### How does order of operations relate to other areas of maths

In algebra in Year 6, there is non-statutory guidance that “pupils should be introduced to the use of symbols and letters to represent variables and unknowns in mathematical situations that they already understand”. This is often through word problems such as the example below, taken from the 2022 SATs paper.

This could be represented as t = 15 + 12.5h, where t = total cost and h = number of hours. In algebra, a number and a letter together mean they should be multiplied together – so in the example above, as per the order of operations, the multiplication is completed first (12.5 x number of hours) before then adding 15 to calculate the total cost.

### Order of operations in real life

When having to solve multi-step mathematical problems in real life, the order of operations will often be relevant. For example, buying tickets online for £12 each with a £3 charge for online transactions would require the multiplication to be calculated first (£12 x number of tickets) and the addition after (adding £3 to the final amount).

### 3 worked examples for order of operations

*5*^{2}*x (9 – 7)*As per the order of operations, we complete what is inside the brackets first (9 – 7 = 2), then indices (5^{2 }= 25), then multiplication (25 x 2), so the correct answer is 50.

*Write the missing number to complete the calculation: 5 + 2 x 3 – __ = 6*

As per the order of operations, complete the multiplication first. 2 x 3 = 6, so we are left with 5 + 6 – __ = 6. Addition/subtraction are next, which leaves 11 – __ = 6, so the missing number is 5. Without using the order operations (so completing the calculation from left to right), you would get the wrong answer of 15 (5 + 2 = 7, then 7 x 3 = 21, leaving 21 – __ = 6).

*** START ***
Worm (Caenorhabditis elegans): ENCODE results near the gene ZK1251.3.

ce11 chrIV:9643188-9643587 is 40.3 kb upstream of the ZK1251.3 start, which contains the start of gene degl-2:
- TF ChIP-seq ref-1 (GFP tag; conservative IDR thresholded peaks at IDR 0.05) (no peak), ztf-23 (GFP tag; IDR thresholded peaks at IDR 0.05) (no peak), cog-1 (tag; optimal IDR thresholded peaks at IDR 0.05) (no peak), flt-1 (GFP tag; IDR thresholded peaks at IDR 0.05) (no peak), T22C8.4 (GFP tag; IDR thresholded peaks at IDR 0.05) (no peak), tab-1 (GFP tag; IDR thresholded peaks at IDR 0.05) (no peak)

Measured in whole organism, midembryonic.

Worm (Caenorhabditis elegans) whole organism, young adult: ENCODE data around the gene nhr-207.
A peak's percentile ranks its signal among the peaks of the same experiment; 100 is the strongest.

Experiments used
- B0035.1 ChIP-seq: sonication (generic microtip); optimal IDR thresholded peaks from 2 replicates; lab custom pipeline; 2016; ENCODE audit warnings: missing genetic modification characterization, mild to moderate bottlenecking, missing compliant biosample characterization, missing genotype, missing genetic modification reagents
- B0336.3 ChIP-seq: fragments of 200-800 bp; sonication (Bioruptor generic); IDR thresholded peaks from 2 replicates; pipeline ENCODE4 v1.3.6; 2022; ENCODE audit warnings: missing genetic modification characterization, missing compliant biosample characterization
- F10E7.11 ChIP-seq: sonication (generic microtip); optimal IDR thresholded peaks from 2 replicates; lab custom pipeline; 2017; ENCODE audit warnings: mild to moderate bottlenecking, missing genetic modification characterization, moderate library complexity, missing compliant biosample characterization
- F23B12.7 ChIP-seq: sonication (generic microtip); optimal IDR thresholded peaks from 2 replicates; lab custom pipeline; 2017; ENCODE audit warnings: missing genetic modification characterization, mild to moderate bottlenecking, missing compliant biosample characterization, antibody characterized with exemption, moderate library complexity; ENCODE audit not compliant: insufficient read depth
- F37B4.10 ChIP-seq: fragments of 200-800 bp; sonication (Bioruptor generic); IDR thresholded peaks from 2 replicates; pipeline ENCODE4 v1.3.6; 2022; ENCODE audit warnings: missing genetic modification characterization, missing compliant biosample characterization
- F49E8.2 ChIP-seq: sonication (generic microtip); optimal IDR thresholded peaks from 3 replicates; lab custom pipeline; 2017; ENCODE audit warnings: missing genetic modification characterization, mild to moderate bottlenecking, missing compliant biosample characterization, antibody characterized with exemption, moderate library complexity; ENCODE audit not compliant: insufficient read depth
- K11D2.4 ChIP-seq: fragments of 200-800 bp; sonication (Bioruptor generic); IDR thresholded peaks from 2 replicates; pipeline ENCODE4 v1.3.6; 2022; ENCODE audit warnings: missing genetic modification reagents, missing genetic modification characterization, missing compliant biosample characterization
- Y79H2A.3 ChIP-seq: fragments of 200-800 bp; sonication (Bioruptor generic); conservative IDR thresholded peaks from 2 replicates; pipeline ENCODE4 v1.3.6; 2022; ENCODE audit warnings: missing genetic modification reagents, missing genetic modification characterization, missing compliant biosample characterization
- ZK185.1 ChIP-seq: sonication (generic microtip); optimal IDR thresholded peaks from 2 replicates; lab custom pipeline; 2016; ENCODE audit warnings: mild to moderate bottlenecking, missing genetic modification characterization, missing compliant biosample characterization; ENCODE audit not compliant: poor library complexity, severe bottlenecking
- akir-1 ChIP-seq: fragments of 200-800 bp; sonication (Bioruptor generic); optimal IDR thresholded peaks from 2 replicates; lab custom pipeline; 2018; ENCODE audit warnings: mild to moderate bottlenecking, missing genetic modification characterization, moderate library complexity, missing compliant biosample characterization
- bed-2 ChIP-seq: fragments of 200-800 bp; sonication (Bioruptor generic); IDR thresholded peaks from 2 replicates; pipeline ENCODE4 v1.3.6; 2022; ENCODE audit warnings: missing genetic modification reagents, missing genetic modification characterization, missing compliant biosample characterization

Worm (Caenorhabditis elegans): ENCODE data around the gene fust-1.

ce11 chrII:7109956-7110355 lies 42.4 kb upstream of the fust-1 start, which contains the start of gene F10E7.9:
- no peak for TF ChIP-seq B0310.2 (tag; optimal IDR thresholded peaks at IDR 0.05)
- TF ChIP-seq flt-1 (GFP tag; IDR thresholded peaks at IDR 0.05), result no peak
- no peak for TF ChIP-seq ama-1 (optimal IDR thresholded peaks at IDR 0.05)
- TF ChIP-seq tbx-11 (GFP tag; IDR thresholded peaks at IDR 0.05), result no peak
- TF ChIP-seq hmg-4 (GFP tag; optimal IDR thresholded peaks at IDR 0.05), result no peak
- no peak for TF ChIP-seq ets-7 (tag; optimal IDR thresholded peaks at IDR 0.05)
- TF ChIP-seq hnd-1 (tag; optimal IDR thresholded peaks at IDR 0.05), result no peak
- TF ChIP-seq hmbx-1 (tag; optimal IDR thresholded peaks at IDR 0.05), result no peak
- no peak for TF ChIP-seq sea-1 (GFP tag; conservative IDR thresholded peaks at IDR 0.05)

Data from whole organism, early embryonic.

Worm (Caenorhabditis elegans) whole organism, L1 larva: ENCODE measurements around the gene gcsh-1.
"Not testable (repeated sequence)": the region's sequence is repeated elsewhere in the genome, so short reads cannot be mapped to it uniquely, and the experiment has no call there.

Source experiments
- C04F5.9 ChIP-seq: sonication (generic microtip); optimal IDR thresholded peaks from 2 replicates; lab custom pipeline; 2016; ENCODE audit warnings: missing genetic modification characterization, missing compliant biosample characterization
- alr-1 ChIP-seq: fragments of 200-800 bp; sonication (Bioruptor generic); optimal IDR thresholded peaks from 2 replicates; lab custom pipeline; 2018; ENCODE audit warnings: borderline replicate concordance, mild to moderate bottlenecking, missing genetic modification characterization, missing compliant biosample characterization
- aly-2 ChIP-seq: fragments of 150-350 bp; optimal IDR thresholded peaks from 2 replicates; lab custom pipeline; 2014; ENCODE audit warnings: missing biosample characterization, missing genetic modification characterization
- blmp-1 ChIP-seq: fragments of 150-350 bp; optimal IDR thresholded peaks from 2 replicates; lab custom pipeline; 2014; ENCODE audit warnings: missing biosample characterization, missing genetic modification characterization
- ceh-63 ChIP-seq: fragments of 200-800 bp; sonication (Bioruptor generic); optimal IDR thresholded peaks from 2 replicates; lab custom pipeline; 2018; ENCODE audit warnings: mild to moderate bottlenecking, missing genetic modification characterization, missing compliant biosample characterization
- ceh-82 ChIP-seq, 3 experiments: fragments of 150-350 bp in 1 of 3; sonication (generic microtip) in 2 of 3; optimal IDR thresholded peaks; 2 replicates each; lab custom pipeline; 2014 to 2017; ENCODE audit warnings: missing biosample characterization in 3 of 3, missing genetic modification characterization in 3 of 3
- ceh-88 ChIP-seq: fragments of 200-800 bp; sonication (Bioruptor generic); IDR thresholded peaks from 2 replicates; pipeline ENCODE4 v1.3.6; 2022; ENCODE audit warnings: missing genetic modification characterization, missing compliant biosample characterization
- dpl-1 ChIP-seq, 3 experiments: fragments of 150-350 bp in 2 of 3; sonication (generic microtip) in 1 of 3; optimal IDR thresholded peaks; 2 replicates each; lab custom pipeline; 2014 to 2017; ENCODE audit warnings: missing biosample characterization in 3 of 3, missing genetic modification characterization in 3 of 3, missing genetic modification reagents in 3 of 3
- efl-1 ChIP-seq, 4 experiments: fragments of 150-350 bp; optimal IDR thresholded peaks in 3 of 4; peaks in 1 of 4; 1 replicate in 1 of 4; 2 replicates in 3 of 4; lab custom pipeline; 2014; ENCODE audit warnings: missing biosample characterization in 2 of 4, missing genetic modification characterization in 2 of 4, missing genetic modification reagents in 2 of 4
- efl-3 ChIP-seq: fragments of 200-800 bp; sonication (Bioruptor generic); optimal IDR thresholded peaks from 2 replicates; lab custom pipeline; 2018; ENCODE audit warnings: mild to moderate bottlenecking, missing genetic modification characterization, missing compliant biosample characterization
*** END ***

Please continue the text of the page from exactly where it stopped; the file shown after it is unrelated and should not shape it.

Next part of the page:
*By placing one pair of brackets in this number sentence, how many**different answers**can you make? 4 + 5 x 2 – 3*

- Putting the brackets round the whole number sentence, the first three numbers [(4 + 5 x 2) – 3], the last three numbers [(4 + (5 x 2 – 3)] or the multiplication alone [4 + (5 x 2) – 3] gives the same answer as if there were no brackets at all (the answer being
**11**). - (4 + 5) x 2 – 3 =
**15**[Completing the brackets first: 4 + 5 = 9; then the multiplication: 9 x 2 = 18; then the subtraction: 18 – 3 = 15] - 4 + 5 x (2 – 3) =
**-1**[Completing the brackets first: 2 – 3 = -1; then the multiplication: 5 x -1 = -5; then the addition: 4 + -5 = -1]

So there are three different answers depending on where the pair of brackets is placed: 11, 15 or -1.

### 5 order of operations practise questions and answers

Challenge your students’ problem solving skills with these BODMAS questions.

1) Write the missing numbers to make these calculations correct.

a. 200 x ___ – 200 = 200

b. (100 – ___) x 100 = 100

**Answer: a) 2 b) 99**

2) 60 – 24 ÷ 6 =

**Answer: 56**

3) Write the >, < or = in each of the boxes below to make the statements correct.

**Answer: <, >, =**

4) Write what the missing numbers could be: 120 = 100 + (__ – __)

**Answer: Any two numbers with a difference of 20, e.g. 40 and 20, or 31 and 11 etc.**

5) 900 ÷ (45 × 4) =

**Answer: 5**

**What is the order of operations in BODMAS?**

Brackets (or parentheses), powers of (or indices or exponents), division and multiplication, addition and subtraction.

**Is PEMDAS or BODMAS correct?**

They are both correct – they are just different acronyms for the same thing. PEMDAS stands for parentheses, exponents, division and multiplication, addition and subtraction. BODMAS stands for brackets, powers of, division and multiplication, addition and subtraction.

**Do you have to do addition before subtraction in BODMAS?**

No – just like division and multiplication, they are equally weighted, so it doesn’t matter which order you complete them in.